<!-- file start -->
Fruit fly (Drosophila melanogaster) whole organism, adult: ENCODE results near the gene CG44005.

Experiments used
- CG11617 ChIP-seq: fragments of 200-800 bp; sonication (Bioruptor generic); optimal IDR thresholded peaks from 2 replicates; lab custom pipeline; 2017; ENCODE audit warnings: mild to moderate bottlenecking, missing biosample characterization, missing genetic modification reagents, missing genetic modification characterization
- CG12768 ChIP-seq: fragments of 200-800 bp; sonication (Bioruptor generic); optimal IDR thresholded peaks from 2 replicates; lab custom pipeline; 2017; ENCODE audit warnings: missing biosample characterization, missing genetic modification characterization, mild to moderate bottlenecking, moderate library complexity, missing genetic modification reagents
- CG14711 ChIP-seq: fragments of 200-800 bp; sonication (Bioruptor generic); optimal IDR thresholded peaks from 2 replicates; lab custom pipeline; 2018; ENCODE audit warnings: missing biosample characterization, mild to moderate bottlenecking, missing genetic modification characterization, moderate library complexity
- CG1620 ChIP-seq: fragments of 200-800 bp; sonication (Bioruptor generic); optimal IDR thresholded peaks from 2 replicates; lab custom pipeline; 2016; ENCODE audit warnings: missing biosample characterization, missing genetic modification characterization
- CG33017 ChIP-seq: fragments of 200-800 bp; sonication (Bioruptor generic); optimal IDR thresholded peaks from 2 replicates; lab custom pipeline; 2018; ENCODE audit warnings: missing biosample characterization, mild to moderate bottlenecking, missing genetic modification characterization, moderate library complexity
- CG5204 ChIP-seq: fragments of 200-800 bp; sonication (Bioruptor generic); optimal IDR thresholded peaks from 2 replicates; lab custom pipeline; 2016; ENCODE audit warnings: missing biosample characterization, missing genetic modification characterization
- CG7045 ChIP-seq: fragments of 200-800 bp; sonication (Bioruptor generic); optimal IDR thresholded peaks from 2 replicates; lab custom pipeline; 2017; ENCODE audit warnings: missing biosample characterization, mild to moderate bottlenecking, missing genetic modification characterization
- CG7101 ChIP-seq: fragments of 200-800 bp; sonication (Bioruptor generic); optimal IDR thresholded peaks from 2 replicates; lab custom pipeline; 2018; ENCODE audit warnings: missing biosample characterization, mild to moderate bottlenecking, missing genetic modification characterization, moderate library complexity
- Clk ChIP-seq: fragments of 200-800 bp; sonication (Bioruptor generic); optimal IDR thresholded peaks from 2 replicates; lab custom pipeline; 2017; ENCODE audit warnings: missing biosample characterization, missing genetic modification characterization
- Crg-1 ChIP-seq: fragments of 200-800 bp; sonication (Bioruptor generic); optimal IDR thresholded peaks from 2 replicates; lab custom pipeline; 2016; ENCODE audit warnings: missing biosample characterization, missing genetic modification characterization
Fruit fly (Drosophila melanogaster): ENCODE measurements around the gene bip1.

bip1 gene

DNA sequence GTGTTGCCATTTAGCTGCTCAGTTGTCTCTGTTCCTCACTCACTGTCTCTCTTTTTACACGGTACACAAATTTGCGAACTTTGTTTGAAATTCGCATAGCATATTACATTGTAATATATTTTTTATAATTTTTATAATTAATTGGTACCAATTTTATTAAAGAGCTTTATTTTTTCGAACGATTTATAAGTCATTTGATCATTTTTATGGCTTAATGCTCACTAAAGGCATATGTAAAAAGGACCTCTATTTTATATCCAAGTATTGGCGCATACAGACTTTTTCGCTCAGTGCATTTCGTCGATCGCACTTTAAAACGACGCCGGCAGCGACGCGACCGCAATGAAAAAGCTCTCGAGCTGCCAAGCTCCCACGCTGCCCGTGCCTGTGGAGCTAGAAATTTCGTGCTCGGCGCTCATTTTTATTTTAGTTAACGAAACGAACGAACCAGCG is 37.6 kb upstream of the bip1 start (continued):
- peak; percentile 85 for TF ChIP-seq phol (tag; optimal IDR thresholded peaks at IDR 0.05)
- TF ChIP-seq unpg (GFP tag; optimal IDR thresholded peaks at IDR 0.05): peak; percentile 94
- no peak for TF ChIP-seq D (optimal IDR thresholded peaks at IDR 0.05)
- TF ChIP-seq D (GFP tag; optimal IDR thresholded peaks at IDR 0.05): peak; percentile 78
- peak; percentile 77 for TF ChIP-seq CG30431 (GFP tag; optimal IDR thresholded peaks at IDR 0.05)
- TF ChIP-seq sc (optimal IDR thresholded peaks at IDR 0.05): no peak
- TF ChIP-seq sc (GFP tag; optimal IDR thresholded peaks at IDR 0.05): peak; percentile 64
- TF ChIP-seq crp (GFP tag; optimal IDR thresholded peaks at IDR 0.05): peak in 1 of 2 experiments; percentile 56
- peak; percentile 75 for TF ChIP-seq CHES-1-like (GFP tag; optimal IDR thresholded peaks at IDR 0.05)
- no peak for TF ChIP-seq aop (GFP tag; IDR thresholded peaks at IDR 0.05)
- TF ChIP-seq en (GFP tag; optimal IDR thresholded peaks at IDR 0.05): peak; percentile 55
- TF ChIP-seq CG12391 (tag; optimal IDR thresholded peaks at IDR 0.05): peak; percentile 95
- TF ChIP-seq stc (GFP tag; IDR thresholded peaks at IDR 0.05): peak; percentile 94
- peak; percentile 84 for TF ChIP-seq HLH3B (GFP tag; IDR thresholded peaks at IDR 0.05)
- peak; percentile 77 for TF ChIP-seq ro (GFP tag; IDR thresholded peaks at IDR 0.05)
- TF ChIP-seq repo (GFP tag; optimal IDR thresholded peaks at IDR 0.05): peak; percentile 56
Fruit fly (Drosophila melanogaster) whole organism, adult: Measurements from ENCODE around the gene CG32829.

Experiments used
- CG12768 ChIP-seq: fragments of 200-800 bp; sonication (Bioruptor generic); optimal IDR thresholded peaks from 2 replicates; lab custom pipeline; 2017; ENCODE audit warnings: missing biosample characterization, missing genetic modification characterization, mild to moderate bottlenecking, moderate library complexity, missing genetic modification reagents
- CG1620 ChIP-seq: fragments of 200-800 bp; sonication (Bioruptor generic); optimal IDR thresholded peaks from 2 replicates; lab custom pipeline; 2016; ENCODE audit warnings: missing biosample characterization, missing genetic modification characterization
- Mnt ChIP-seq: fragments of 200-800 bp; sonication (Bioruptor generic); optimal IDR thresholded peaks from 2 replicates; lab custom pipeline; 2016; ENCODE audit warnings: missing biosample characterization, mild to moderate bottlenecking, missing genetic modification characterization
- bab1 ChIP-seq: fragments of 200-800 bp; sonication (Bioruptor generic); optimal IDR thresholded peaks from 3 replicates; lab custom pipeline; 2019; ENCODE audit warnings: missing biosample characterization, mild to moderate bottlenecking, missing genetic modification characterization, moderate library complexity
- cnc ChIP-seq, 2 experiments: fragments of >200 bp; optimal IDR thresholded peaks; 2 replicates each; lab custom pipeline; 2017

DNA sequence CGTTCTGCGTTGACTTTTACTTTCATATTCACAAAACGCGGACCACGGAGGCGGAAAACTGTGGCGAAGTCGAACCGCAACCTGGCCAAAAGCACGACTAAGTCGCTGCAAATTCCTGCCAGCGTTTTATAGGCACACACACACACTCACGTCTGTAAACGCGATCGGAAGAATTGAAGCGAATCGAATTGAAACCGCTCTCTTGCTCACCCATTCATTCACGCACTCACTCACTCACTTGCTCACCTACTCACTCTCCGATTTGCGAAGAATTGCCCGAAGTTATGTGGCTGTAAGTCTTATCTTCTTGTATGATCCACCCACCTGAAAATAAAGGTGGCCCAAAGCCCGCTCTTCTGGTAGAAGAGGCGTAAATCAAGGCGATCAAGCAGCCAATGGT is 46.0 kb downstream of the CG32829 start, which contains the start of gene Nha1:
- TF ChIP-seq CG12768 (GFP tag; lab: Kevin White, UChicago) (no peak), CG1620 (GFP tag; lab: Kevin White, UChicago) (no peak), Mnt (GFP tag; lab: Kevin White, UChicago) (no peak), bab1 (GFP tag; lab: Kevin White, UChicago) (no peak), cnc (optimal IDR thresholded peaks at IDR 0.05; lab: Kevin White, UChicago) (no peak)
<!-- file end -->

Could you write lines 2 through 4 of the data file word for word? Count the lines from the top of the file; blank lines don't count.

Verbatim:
Experiments used
- CG11617 ChIP-seq: fragments of 200-800 bp; sonication (Bioruptor generic); optimal IDR thresholded peaks from 2 replicates; lab custom pipeline; 2017; ENCODE audit warnings: mild to moderate bottlenecking, missing biosample characterization, missing genetic modification reagents, missing genetic modification characterization
- CG12768 ChIP-seq: fragments of 200-800 bp; sonication (Bioruptor generic); optimal IDR thresholded peaks from 2 replicates; lab custom pipeline; 2017; ENCODE audit warnings: missing biosample characterization, missing genetic modification characterization, mild to moderate bottlenecking, moderate library complexity, missing genetic modification reagents